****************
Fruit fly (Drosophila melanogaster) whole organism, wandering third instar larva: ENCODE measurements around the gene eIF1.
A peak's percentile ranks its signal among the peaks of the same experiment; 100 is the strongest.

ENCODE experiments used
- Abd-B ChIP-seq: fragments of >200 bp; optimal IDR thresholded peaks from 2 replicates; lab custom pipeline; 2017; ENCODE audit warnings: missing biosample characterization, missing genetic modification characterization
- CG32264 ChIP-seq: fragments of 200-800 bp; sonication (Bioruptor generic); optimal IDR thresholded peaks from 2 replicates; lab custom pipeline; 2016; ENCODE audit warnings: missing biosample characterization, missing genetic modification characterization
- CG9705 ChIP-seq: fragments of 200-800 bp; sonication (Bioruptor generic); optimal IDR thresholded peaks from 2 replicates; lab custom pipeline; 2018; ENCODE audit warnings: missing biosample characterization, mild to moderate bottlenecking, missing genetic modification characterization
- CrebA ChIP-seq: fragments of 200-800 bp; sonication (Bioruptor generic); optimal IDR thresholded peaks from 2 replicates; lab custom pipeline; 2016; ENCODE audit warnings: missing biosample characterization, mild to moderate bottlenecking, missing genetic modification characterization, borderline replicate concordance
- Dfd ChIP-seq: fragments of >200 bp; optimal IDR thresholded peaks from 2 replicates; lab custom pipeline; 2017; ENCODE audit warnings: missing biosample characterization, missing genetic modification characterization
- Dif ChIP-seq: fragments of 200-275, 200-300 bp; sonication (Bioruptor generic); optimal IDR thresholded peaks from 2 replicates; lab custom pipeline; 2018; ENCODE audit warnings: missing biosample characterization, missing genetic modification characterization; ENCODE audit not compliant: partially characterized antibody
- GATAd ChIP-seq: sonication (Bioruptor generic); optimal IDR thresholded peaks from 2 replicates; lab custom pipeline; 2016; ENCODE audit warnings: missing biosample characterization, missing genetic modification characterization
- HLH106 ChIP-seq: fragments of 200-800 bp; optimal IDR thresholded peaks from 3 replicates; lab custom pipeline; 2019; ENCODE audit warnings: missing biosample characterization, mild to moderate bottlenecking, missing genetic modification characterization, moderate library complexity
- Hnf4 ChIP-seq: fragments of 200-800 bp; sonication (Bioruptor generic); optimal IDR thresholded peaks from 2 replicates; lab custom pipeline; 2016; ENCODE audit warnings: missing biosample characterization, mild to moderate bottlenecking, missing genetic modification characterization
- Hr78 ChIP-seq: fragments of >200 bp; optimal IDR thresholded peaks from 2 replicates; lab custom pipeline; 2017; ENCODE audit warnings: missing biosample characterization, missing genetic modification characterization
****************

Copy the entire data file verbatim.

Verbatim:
Fruit fly (Drosophila melanogaster) whole organism, wandering third instar larva: ENCODE measurements around the gene eIF1.
A peak's percentile ranks its signal among the peaks of the same experiment; 100 is the strongest.

ENCODE experiments used
- Abd-B ChIP-seq: fragments of >200 bp; optimal IDR thresholded peaks from 2 replicates; lab custom pipeline; 2017; ENCODE audit warnings: missing biosample characterization, missing genetic modification characterization
- CG32264 ChIP-seq: fragments of 200-800 bp; sonication (Bioruptor generic); optimal IDR thresholded peaks from 2 replicates; lab custom pipeline; 2016; ENCODE audit warnings: missing biosample characterization, missing genetic modification characterization
- CG9705 ChIP-seq: fragments of 200-800 bp; sonication (Bioruptor generic); optimal IDR thresholded peaks from 2 replicates; lab custom pipeline; 2018; ENCODE audit warnings: missing biosample characterization, mild to moderate bottlenecking, missing genetic modification characterization
- CrebA ChIP-seq: fragments of 200-800 bp; sonication (Bioruptor generic); optimal IDR thresholded peaks from 2 replicates; lab custom pipeline; 2016; ENCODE audit warnings: missing biosample characterization, mild to moderate bottlenecking, missing genetic modification characterization, borderline replicate concordance
- Dfd ChIP-seq: fragments of >200 bp; optimal IDR thresholded peaks from 2 replicates; lab custom pipeline; 2017; ENCODE audit warnings: missing biosample characterization, missing genetic modification characterization
- Dif ChIP-seq: fragments of 200-275, 200-300 bp; sonication (Bioruptor generic); optimal IDR thresholded peaks from 2 replicates; lab custom pipeline; 2018; ENCODE audit warnings: missing biosample characterization, missing genetic modification characterization; ENCODE audit not compliant: partially characterized antibody
- GATAd ChIP-seq: sonication (Bioruptor generic); optimal IDR thresholded peaks from 2 replicates; lab custom pipeline; 2016; ENCODE audit warnings: missing biosample characterization, missing genetic modification characterization
- HLH106 ChIP-seq: fragments of 200-800 bp; optimal IDR thresholded peaks from 3 replicates; lab custom pipeline; 2019; ENCODE audit warnings: missing biosample characterization, mild to moderate bottlenecking, missing genetic modification characterization, moderate library complexity
- Hnf4 ChIP-seq: fragments of 200-800 bp; sonication (Bioruptor generic); optimal IDR thresholded peaks from 2 replicates; lab custom pipeline; 2016; ENCODE audit warnings: missing biosample characterization, mild to moderate bottlenecking, missing genetic modification characterization
- Hr78 ChIP-seq: fragments of >200 bp; optimal IDR thresholded peaks from 2 replicates; lab custom pipeline; 2017; ENCODE audit warnings: missing biosample characterization, missing genetic modification characterization